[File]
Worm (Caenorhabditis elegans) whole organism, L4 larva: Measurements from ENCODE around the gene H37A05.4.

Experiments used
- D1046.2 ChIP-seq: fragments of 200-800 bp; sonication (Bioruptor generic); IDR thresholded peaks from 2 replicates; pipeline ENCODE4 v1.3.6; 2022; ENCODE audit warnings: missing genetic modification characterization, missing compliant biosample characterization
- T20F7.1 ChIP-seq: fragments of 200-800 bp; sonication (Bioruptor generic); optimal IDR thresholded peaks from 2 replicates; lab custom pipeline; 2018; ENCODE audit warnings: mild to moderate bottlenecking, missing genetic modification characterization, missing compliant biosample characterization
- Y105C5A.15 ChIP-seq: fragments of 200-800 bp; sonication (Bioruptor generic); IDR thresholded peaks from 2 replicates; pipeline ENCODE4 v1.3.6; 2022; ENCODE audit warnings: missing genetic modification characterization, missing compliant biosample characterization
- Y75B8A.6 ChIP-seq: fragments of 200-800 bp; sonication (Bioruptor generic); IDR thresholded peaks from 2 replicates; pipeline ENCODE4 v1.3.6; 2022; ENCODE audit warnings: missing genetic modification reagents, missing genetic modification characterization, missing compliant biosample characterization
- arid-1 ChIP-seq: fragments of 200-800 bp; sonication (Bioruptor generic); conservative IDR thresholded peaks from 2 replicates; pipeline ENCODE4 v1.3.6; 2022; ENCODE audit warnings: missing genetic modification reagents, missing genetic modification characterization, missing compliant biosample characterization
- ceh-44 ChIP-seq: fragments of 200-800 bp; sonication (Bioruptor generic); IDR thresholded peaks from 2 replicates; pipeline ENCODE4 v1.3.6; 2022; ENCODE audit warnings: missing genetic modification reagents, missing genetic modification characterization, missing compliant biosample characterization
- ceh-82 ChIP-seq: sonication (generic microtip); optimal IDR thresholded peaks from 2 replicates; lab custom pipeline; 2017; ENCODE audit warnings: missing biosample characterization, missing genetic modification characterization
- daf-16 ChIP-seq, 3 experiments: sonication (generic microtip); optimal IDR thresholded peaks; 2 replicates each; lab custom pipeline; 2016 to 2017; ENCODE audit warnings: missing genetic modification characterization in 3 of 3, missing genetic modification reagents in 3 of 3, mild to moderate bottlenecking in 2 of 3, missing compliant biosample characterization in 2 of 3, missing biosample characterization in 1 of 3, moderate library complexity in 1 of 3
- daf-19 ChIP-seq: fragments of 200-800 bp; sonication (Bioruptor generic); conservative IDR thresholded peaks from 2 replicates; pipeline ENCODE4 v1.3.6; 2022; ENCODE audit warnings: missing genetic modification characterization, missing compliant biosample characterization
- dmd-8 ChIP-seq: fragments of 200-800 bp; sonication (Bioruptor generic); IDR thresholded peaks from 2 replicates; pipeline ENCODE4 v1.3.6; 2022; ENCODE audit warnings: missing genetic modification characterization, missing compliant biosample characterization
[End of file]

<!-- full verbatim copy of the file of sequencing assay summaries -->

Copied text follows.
Worm (Caenorhabditis elegans) whole organism, L4 larva: Measurements from ENCODE around the gene H37A05.4.

Experiments used
- D1046.2 ChIP-seq: fragments of 200-800 bp; sonication (Bioruptor generic); IDR thresholded peaks from 2 replicates; pipeline ENCODE4 v1.3.6; 2022; ENCODE audit warnings: missing genetic modification characterization, missing compliant biosample characterization
- T20F7.1 ChIP-seq: fragments of 200-800 bp; sonication (Bioruptor generic); optimal IDR thresholded peaks from 2 replicates; lab custom pipeline; 2018; ENCODE audit warnings: mild to moderate bottlenecking, missing genetic modification characterization, missing compliant biosample characterization
- Y105C5A.15 ChIP-seq: fragments of 200-800 bp; sonication (Bioruptor generic); IDR thresholded peaks from 2 replicates; pipeline ENCODE4 v1.3.6; 2022; ENCODE audit warnings: missing genetic modification characterization, missing compliant biosample characterization
- Y75B8A.6 ChIP-seq: fragments of 200-800 bp; sonication (Bioruptor generic); IDR thresholded peaks from 2 replicates; pipeline ENCODE4 v1.3.6; 2022; ENCODE audit warnings: missing genetic modification reagents, missing genetic modification characterization, missing compliant biosample characterization
- arid-1 ChIP-seq: fragments of 200-800 bp; sonication (Bioruptor generic); conservative IDR thresholded peaks from 2 replicates; pipeline ENCODE4 v1.3.6; 2022; ENCODE audit warnings: missing genetic modification reagents, missing genetic modification characterization, missing compliant biosample characterization
- ceh-44 ChIP-seq: fragments of 200-800 bp; sonication (Bioruptor generic); IDR thresholded peaks from 2 replicates; pipeline ENCODE4 v1.3.6; 2022; ENCODE audit warnings: missing genetic modification reagents, missing genetic modification characterization, missing compliant biosample characterization
- ceh-82 ChIP-seq: sonication (generic microtip); optimal IDR thresholded peaks from 2 replicates; lab custom pipeline; 2017; ENCODE audit warnings: missing biosample characterization, missing genetic modification characterization
- daf-16 ChIP-seq, 3 experiments: sonication (generic microtip); optimal IDR thresholded peaks; 2 replicates each; lab custom pipeline; 2016 to 2017; ENCODE audit warnings: missing genetic modification characterization in 3 of 3, missing genetic modification reagents in 3 of 3, mild to moderate bottlenecking in 2 of 3, missing compliant biosample characterization in 2 of 3, missing biosample characterization in 1 of 3, moderate library complexity in 1 of 3
- daf-19 ChIP-seq: fragments of 200-800 bp; sonication (Bioruptor generic); conservative IDR thresholded peaks from 2 replicates; pipeline ENCODE4 v1.3.6; 2022; ENCODE audit warnings: missing genetic modification characterization, missing compliant biosample characterization
- dmd-8 ChIP-seq: fragments of 200-800 bp; sonication (Bioruptor generic); IDR thresholded peaks from 2 replicates; pipeline ENCODE4 v1.3.6; 2022; ENCODE audit warnings: missing genetic modification characterization, missing compliant biosample characterization